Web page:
Yet, she also knew love. His name was Pasquale, an "Italian Gary Cooper," she called him. At the Garden Michelangelo, overlooking the city, they proclaimed their eternal love for each other. But, her parents forbid the union!
"He will never amount to anything; you shall not marry!"
Her heart shattered, and she pledged to never love another. Later, he had to flee, lest he be forced to "volunteer" to fight for the Germans.
The man led his men out of Rome and continued north. Coming to an old castle, they stopped. Always best to check for Germans. Knocking on the massive door, big enough to hide a tank, a little peephole opened. In very broken Italian, the man tried to ask if any Germans were around.
The be-speckled priest, in perfect Brooklyn-ese English said, "My son, you should stick to English; your Italian is positively atrocious."
After the man picked his jaw up from the ground, he learned the Father had been raised in America, and his family had come home to Italy during the Depression. He assured the man that the Germans had left weeks ago, and even formally surrendered the castle, the Castle Gandolfo - the Pope's Summer Home, to the man.
Well, they'd searched the Vatican, so it made a sort of cosmic sense that they should capture this particular place.
They continued on. Another day, stopping for lunch, one of his men wandered into a mine field, and was badly injured. What could the man do? He and the injured man's buddy grabbed a stretcher and headed out to get him. Drawing near, the man saw how severe the injuries were, and his heart sank. The buddy, ever anxious, did not see the wire in front of him. A trip, a stumble; he fell, and the man bathed in blood. The buddy was cut in two; the injured man slumped slowly to the ground, and was still.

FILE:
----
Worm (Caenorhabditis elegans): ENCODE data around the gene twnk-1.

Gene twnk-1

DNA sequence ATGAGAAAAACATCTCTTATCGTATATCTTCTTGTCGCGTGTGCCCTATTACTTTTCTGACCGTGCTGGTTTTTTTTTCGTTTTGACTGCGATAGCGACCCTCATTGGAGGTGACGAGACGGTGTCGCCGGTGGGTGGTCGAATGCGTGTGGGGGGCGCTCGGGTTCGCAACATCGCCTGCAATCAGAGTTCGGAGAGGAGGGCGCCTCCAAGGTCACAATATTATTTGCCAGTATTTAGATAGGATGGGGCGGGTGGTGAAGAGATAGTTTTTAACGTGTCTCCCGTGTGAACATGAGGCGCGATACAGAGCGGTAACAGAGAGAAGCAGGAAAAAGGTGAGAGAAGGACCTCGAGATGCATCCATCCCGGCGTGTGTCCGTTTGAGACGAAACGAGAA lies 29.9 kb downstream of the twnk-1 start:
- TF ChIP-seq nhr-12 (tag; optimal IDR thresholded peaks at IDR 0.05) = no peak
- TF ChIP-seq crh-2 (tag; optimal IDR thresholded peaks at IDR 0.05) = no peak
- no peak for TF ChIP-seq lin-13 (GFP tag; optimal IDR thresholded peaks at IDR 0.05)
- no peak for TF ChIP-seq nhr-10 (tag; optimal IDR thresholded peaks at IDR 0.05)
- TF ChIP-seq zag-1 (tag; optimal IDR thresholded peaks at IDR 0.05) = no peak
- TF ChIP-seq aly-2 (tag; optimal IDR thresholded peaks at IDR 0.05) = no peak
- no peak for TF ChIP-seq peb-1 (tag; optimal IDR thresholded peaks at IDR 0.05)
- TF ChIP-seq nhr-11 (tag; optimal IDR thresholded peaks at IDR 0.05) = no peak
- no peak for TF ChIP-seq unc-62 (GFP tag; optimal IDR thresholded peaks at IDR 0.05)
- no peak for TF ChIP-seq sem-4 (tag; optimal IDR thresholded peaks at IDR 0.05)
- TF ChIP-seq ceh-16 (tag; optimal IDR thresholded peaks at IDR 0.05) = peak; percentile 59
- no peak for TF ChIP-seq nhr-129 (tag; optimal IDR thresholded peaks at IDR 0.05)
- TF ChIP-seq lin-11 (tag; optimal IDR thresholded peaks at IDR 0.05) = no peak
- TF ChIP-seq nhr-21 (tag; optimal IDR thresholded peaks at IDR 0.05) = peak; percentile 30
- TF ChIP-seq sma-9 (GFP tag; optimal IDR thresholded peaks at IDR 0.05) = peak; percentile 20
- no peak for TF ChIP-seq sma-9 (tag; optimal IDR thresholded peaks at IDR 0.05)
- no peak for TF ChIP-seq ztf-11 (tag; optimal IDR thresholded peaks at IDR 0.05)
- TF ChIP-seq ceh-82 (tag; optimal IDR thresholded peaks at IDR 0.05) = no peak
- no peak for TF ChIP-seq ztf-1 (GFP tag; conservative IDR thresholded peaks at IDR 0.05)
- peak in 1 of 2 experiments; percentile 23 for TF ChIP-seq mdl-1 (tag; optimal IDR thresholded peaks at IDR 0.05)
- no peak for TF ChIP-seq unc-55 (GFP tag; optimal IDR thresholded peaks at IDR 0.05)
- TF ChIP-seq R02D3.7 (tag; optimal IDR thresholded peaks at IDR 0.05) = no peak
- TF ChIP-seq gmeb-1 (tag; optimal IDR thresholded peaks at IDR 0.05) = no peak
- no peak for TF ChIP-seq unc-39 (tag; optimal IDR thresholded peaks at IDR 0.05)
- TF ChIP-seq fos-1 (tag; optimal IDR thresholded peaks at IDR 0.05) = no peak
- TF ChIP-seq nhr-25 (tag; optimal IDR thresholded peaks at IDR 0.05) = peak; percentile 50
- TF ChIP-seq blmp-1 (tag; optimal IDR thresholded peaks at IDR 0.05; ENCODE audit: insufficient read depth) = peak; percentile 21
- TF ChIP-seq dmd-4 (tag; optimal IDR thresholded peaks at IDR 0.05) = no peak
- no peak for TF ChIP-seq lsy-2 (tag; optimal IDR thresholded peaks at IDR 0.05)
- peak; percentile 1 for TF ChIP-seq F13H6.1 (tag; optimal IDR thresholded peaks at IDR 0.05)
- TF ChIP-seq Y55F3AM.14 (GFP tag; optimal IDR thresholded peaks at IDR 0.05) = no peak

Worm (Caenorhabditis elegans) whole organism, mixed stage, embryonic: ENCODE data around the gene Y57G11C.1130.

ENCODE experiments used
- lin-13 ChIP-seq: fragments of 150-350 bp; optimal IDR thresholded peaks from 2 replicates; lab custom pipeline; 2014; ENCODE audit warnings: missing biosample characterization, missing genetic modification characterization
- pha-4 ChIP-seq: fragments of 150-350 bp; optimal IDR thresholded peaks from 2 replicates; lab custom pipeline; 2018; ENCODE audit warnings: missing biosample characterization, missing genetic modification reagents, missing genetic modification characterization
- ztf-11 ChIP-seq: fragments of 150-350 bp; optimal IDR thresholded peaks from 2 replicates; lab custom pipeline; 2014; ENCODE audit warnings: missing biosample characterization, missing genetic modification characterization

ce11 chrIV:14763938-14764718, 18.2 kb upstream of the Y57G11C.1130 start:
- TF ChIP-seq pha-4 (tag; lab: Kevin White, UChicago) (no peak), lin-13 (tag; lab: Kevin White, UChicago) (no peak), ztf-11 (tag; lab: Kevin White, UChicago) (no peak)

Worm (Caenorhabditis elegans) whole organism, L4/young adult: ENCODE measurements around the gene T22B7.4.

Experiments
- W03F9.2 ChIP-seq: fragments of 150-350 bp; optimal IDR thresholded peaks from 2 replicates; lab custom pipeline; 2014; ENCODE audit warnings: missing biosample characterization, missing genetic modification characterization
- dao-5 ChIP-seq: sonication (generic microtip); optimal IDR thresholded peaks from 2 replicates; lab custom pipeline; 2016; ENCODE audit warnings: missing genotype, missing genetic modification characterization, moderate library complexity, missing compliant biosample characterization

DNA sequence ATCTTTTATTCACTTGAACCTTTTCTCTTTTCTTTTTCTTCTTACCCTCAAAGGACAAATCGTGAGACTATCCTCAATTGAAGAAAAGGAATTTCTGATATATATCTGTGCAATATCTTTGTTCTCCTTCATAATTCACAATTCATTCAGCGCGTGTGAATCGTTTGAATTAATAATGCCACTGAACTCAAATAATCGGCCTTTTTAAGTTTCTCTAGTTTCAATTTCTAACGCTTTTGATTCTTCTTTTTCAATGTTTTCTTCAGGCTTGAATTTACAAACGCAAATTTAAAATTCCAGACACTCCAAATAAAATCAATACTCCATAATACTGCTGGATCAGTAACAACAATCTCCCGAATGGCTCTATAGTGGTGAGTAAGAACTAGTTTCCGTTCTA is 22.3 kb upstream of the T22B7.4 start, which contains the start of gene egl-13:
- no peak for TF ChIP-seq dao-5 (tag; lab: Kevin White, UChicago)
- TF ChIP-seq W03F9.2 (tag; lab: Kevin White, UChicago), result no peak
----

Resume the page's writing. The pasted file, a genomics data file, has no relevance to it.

The man wept, and prayed. And then, because he was in command, he stood tall, marched back to his men, and ordered them to continue on. He heard the whispers behind his back as he washed away the blood: heartless, soulless and unfeeling. He said nothing; such is the burden of a true leader.
The woman learned English, once the Allies reached Florence, and slowly the city lived again. Its power lines surged with strength, watermains pumping with life-giving fluid. And now a new sort of "wolf" prowled the cobblestone streets. Time and again men dropped to one knee before the woman. Time and again her father's shoe "helped" them out the door. And her mother, from their balcony, was quite the expert shot with a bucket of icy water!
January 1945, the man and his buddies came to Florence. No gas in their jeep and a cold breeze ushered them into a museum. The men grumbled; it wasn't pictures of naked women they were after! The man drank in the culture around them, feeling his soul being re-nourished.